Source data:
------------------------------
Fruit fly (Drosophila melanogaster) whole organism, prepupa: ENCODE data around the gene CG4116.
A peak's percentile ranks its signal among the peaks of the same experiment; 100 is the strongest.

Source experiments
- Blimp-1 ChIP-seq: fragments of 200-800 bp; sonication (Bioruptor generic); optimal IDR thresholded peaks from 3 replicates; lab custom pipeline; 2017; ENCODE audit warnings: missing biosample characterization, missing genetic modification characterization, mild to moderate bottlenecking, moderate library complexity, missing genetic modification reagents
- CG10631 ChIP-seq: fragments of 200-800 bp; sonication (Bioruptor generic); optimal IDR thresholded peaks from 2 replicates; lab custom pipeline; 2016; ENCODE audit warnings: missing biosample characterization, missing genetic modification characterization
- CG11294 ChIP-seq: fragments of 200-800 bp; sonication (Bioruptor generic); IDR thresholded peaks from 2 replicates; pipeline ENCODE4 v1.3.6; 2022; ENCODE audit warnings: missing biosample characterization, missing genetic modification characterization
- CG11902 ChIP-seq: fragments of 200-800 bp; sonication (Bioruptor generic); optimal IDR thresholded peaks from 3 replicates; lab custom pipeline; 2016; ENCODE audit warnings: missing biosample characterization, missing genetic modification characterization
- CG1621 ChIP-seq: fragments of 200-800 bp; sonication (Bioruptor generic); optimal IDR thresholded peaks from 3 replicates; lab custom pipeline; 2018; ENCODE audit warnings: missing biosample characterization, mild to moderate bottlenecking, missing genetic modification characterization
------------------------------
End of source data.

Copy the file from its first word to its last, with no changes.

Fruit fly (Drosophila melanogaster) whole organism, prepupa: ENCODE data around the gene CG4116.
A peak's percentile ranks its signal among the peaks of the same experiment; 100 is the strongest.

Source experiments
- Blimp-1 ChIP-seq: fragments of 200-800 bp; sonication (Bioruptor generic); optimal IDR thresholded peaks from 3 replicates; lab custom pipeline; 2017; ENCODE audit warnings: missing biosample characterization, missing genetic modification characterization, mild to moderate bottlenecking, moderate library complexity, missing genetic modification reagents
- CG10631 ChIP-seq: fragments of 200-800 bp; sonication (Bioruptor generic); optimal IDR thresholded peaks from 2 replicates; lab custom pipeline; 2016; ENCODE audit warnings: missing biosample characterization, missing genetic modification characterization
- CG11294 ChIP-seq: fragments of 200-800 bp; sonication (Bioruptor generic); IDR thresholded peaks from 2 replicates; pipeline ENCODE4 v1.3.6; 2022; ENCODE audit warnings: missing biosample characterization, missing genetic modification characterization
- CG11902 ChIP-seq: fragments of 200-800 bp; sonication (Bioruptor generic); optimal IDR thresholded peaks from 3 replicates; lab custom pipeline; 2016; ENCODE audit warnings: missing biosample characterization, missing genetic modification characterization
- CG1621 ChIP-seq: fragments of 200-800 bp; sonication (Bioruptor generic); optimal IDR thresholded peaks from 3 replicates; lab custom pipeline; 2018; ENCODE audit warnings: missing biosample characterization, mild to moderate bottlenecking, missing genetic modification characterization